“I’d say that we ought to come back to work, but I’m afraid they’d just downgrade us again.”
-- House Republican leadership aide joking with Power Play about the prospects of lawmakers cutting short their August recesses
After a brutal legislative month surrounding the federal debt limit, House conservatives want lawmakers to return to Washington to try to press their advantage against a weakened President Obama.
With the downgrading of federal debt for the first time in history, markets in turmoil and a super committee on deficits soon to convene, fired-up conservative lawmakers say that this is no time for a recess.
“In many ways, it’s a golden opportunity. America is waking up to the consequences of this madness,” a conservative House freshman told Power Play. “We have a chance to shift the discussion and do something about the fiscal recklessness of this administration.”
So far, though, House leaders have been cool to the suggestion that lawmakers return.
Majority Leader Eric Cantor sent a lengthy policy memo to members on Monday outlining where the GOP stood on the downgrade, spending, tax reform and a host of fiscal issues. But this was intended as summer reading, not a call for a special August session.
“We delivered a win for the American people in the battle against out-of-control Washington spending,” a leadership aide said. “And there more battles ahead: the end of [the continuing resolution funding the government until Sep. 30] and the joint commission on debt reduction. We need to be ready for those.”
Tea Partiers calling for a return to work for lawmakers may have an unlikely ally in their effort: Obama himself. The president, facing a crisis of confidence and an economic stumble midway through his third year, needs to look busy.
The president is set to begin his Martha’s Vineyard vacation later this month after a three-day campaign bus tour through the Midwest and his fundraising schedule continues unabated, following up his birthday cash blitz of last week with big-money events in Washington on Monday.
Since his own schedule calls into question Obama’s self-described new “laser focus” on job growth, the president has continued in his speeches to suggest that he is only waiting for Congress to act. He frequently mentions legislation to streamline the patent process, a subsidized “infrastructure bank” and the extension of lower payroll tax rates as key measures he wants Congress to take up.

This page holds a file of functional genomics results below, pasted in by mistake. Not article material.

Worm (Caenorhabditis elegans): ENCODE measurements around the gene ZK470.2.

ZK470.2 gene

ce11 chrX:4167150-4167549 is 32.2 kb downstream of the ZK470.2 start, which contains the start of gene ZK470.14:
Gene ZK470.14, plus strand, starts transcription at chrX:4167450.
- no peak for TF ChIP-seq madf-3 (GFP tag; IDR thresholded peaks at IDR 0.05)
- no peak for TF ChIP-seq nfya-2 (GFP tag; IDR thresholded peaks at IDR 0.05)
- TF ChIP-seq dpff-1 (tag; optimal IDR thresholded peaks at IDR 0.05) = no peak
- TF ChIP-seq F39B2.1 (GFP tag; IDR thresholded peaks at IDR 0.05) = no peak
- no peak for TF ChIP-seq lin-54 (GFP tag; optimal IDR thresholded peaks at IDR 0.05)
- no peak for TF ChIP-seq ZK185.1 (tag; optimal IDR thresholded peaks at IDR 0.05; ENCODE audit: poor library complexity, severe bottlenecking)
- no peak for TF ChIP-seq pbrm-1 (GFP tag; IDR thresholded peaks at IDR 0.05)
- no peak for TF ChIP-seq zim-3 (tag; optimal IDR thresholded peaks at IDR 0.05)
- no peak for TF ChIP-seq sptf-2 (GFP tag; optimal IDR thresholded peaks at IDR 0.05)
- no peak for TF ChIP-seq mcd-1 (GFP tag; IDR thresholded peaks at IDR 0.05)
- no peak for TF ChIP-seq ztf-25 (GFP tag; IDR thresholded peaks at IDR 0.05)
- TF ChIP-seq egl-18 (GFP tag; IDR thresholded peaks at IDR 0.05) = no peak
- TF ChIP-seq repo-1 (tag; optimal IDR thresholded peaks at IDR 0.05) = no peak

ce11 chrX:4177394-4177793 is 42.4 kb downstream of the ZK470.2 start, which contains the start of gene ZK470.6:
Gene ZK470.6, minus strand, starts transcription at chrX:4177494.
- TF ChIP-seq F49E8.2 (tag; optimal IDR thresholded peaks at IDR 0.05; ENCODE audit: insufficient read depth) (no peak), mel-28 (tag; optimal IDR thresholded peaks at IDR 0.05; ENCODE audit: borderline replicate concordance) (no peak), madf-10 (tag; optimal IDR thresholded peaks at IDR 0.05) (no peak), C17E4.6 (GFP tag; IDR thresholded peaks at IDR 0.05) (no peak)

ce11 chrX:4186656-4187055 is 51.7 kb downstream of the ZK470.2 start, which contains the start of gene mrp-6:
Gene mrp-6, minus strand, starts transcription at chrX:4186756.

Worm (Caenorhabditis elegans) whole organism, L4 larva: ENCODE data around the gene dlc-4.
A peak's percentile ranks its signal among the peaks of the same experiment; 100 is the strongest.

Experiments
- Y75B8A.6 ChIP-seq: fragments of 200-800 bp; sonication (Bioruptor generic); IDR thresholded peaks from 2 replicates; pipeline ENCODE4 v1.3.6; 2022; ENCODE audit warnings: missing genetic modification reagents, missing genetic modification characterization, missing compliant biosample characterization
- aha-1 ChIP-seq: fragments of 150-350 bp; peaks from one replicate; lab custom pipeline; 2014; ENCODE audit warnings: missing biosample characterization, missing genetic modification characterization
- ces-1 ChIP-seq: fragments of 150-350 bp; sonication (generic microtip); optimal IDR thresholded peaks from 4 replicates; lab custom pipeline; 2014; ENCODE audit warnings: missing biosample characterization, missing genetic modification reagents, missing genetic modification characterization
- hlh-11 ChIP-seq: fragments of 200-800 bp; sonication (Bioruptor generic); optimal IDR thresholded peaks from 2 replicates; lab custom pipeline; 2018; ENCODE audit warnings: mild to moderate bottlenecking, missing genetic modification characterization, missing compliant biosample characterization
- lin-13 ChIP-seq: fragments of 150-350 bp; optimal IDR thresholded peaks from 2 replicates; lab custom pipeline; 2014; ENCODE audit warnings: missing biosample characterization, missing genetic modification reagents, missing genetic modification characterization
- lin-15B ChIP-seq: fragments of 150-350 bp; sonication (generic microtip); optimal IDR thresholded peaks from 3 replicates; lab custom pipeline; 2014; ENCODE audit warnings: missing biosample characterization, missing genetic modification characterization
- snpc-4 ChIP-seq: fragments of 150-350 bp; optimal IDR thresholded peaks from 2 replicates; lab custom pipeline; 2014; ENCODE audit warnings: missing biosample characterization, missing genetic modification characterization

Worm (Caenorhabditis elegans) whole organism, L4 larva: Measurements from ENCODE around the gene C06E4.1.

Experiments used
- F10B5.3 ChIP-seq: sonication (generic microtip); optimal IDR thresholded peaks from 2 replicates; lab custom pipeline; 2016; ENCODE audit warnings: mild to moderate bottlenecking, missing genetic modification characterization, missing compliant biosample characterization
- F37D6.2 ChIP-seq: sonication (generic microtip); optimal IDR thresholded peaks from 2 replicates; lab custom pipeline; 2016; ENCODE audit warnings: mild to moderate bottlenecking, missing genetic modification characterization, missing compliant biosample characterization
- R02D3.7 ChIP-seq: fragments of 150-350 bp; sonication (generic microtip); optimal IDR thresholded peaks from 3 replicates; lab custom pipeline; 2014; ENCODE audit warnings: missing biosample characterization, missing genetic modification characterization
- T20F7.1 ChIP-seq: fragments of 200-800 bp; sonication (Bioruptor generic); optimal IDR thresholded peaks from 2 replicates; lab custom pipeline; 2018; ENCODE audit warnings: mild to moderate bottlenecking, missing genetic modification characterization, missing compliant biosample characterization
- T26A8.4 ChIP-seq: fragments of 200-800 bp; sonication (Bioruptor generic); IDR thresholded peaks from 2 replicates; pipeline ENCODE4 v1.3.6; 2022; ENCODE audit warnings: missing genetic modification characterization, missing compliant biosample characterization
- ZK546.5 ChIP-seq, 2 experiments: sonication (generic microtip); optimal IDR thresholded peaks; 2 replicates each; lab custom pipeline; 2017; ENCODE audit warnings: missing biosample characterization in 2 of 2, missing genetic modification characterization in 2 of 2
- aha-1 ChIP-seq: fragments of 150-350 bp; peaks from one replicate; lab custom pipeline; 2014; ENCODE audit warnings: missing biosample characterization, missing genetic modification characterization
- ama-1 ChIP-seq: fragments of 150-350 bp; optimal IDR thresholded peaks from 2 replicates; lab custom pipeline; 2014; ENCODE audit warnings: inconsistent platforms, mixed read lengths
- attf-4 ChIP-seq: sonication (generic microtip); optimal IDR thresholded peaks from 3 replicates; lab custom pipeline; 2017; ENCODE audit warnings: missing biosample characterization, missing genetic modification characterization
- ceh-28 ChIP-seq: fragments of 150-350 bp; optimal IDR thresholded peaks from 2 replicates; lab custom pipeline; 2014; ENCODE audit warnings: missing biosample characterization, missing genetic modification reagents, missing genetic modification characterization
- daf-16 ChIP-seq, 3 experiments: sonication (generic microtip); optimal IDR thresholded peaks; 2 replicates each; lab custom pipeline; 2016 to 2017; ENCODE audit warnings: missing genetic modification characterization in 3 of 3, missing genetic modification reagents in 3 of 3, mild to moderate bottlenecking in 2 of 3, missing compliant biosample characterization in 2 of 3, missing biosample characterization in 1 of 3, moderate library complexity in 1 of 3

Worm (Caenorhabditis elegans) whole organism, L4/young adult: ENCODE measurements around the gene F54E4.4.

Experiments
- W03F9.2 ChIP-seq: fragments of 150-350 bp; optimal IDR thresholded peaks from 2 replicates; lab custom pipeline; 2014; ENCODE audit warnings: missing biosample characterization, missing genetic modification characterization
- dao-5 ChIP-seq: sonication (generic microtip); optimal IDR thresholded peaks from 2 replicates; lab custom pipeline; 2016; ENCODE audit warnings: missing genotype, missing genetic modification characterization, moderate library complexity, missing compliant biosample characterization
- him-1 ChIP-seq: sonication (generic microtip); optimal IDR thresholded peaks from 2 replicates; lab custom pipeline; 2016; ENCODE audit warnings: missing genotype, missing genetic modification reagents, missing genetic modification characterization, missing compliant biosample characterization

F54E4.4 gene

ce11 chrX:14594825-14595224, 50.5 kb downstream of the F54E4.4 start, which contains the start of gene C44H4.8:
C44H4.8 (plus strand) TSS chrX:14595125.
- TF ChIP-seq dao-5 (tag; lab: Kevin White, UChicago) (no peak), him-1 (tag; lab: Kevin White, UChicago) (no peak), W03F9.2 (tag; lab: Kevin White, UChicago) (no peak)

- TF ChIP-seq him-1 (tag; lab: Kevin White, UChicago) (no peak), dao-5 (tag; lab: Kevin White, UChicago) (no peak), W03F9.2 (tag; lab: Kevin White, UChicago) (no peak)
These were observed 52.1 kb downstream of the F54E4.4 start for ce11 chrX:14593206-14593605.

Obama hasn’t yet resorted to comparing House Republicans to dallying schoolchildren as he did during the debt-ceiling showdown, but he is clearly looking to shift some of the blame for the faltering economy to the other end of Pennsylvania Avenue.
Some in the House fear that being in recess plays into the president’s hands.
“This is no time for a vacation,” the House member said. “A lot of American families can’t afford a vacation this year, so I think the least we can do is get back to work trying to help them. Let the president go to Martha’s Vineyard, but we can still do our jobs.”
Those who favor a return argue that by working through the traditional recess, Republicans can turn the tables and highlight the president’s absence in the New England vacation spot.
The concern about the idea is twofold: First, that lawmakers would lose their best time to get home and reconnect with constituents, and second, that overheated tempers from the debt debate need time to cool down.
“We we’re already in the red zone when we left,” the leadership aide said, referring to the ugly rhetoric from Democrats. “Once you’re gotten to ‘terrorist,’ it might be a good time to back off a little bit.
“We could go back and grind our gears for three weeks, but that’s not going to put anybody back to work.”
And Now, A Word From Charles
“He went out there with the Dow minus 400. After he spoke it went down to minus 600. He looked weak, plaintive, and small: weak and plaintive because he comes out there and he blames the Tea Party, Europe, Japan, Middle East -- probably God because he's the author of earthquakes -- everybody except him.”
***Today on Power Play Live at 11:30 ET: Chris talks with former Sen. Al D'Amato. How does he think Congress is handling the economic crisis? And with only a few days to go until the Fox News GOP presidential debate in Iowa, Chris and "Special Report"anchor Bret Baier give their predictions on who will and who needs to stand out. Don't miss a second at live.foxnews.com***
Chris Stirewalt joined Fox News Channel (FNC) in July of 2010 and serves as digital politics editor based in Washington, D.C. Additionally, he authors the daily "Fox News First" political news note and hosts "Power Play," a feature video series, on FoxNews.com. Stirewalt makes frequent appearances on the network, including "The Kelly File," "Special Report with Bret Baier," and "Fox News Sunday with Chris Wallace." He also provides expert political analysis for Fox News coverage of state, congressional and presidential elections.